After Sinner: Sacrifice for Redemption teased its Souls-meets-Shadow of the Colossus-meets the Divine Comedy makeup a few weeks back I was intrigued. Like a page torn straight from Miyazaki's scrap book, its towering bosses, pithy protagonist and dodge rolling combat echoed that of Lordran and beyond - however its sacrificial mechanics sounded cool and unique.
At Gamescom, I took the game's early alpha for a spin, and sat down with its publisher Another Indie to discuss what it's all about.
"The name of the game is boss-battling," Ajay from Another Indie tells me. "There are seven people in the Dark Star Games team in Shanghai, who've worked with bigger companies like Konami and Sega, Ubisoft and Blizzard. The Chinese industry has changed a lot in recent years, too.
"Two years ago, they lifted the ban from consoles—it was 15 years without—and at the same time Steam localised its store. In short: a growing indie scene that wasn't possible before has come to the fore. Dark Star are big fans of Demon's Souls and Dark Souls and they want to have a very narrow scope, where they make great boss battles."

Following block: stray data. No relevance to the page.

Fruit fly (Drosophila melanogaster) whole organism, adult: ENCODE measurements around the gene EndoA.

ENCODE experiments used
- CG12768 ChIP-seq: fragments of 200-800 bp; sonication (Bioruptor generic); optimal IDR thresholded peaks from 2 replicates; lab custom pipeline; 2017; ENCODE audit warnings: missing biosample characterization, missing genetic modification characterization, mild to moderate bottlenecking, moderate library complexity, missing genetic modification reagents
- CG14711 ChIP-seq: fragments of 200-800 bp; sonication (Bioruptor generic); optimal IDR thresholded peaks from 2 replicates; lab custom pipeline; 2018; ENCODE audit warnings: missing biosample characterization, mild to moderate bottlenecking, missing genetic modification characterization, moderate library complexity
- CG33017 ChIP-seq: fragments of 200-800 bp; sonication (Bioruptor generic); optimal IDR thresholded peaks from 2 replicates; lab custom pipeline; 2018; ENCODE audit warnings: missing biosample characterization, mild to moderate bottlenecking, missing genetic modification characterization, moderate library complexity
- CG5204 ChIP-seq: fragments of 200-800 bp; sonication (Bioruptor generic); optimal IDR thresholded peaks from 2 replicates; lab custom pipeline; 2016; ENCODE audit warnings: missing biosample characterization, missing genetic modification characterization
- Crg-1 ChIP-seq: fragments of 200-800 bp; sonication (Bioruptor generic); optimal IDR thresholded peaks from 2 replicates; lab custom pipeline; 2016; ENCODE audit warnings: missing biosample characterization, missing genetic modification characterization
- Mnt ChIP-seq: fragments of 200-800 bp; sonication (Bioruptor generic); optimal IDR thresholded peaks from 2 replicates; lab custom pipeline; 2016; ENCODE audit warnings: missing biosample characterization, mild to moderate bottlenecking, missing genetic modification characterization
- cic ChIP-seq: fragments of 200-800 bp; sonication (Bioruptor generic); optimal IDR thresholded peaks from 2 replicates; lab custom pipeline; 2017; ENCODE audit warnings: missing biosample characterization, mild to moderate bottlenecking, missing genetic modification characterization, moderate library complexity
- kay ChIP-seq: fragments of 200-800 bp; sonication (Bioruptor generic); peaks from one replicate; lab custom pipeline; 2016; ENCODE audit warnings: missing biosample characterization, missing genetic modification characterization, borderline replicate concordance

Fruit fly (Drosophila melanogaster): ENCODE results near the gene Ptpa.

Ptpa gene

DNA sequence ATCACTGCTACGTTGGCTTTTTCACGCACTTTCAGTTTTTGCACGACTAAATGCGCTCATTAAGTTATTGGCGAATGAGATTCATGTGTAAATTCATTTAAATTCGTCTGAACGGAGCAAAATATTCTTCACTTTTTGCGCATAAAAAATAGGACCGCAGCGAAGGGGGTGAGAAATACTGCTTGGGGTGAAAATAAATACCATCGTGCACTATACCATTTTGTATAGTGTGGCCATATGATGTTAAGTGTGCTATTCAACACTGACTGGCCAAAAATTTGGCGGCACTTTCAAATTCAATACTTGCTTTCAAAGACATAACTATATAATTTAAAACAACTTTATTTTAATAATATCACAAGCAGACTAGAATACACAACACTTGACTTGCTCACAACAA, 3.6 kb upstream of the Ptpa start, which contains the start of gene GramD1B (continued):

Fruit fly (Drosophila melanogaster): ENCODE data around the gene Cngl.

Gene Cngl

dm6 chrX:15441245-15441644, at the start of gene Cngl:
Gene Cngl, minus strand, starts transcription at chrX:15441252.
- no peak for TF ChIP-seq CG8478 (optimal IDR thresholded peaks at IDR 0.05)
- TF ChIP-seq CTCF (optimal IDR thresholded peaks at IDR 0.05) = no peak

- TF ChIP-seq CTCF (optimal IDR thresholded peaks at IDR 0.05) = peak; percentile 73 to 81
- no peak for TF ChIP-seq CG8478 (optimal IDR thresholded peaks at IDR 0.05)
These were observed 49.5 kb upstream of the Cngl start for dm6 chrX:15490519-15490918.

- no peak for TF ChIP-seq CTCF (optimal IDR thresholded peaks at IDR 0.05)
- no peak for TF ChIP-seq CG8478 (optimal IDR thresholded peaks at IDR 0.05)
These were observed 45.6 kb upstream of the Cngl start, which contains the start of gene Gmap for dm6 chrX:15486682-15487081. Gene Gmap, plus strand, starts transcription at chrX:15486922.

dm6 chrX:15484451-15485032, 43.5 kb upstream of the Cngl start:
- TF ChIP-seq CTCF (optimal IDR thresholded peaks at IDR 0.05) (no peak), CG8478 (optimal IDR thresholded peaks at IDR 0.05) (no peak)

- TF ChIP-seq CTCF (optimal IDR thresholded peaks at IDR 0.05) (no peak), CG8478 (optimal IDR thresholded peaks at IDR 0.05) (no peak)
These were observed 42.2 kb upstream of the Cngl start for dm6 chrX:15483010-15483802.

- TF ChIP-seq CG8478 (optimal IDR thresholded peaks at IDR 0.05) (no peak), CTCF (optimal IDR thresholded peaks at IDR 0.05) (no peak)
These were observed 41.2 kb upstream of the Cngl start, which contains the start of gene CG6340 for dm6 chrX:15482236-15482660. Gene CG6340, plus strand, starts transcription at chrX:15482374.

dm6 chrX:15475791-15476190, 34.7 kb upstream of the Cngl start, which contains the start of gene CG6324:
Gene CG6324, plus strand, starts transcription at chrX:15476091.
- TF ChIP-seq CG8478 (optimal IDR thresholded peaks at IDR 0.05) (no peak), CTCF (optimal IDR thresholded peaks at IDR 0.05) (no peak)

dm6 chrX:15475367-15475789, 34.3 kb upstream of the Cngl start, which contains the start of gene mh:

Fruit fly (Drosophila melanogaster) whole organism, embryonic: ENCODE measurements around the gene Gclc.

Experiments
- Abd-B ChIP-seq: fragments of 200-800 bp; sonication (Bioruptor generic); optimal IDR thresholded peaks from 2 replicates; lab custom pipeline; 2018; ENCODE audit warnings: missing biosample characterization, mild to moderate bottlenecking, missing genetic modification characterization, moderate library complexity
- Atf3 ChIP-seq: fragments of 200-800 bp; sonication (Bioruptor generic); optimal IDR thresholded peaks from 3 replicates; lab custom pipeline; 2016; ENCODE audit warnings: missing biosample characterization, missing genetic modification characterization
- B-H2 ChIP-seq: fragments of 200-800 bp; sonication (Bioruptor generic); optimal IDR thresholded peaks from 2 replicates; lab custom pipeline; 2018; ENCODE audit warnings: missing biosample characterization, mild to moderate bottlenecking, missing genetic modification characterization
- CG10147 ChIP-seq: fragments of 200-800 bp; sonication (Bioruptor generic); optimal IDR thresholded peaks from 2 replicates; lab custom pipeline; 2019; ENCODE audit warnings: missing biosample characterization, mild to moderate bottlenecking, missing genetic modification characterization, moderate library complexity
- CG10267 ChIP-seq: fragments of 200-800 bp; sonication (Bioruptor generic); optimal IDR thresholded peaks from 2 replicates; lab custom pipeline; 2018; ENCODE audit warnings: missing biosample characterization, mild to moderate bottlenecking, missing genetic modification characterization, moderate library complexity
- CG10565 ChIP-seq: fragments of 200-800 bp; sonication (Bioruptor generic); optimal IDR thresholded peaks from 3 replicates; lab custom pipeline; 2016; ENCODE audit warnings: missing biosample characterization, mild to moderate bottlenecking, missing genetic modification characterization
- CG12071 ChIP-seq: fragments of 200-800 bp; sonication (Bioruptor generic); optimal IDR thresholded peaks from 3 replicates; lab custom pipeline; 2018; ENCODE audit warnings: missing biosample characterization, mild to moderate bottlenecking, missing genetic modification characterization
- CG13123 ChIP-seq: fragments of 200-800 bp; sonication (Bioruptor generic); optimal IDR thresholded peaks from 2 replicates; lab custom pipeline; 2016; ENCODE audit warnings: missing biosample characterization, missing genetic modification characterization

Ajay tells me that despite being fans of Hidetaka Miyazaki's esteemed nightmarescapes, committing their time-consuming worlds is something the Dark Star team has in the face of family and work life. As such, Sinner hopes to be more focused in its approach without sacrificing depth. Instead, you sacrifice skills.
"The central mechanic forces you to sacrifice certain skills. As I say, each boss is equally difficult in its own way, but it's you who becomes weaker and weaker each time, depending on which skill you choose to sacrifice," Ajay tells me. "Each boss will require one sacrifice , but one of the game's core mechanics means if you battle a boss and discover a new ability later on that might help defeat a previous enemy, you can track back, and try again.
"This should give the game more depth and with a smaller team allow it to be more focused at the same time. You have two weapons, healing items, bosses that have different powers and abilities, and different arenas to fight them in."
My brief playthrough admittedly did feel a lot like a less accomplished Dark Souls, despite Ajay stressing Sinner will stand on its own two feet come release. As a fan of the Souls games, it's worth pointing out that this is hardly an issue for me and, while still a little rough around the edges, one boss battle with the twin-headed 'Countess' was haunting and terrifying and wonderful all at once.
Speaking to Another Indie's Ian Garner at PAX last weekend, our Steven learned more about this duplicitous baddie in moving picture form:
Sinner: Sacrifice for Redemption is due at some point in 2018.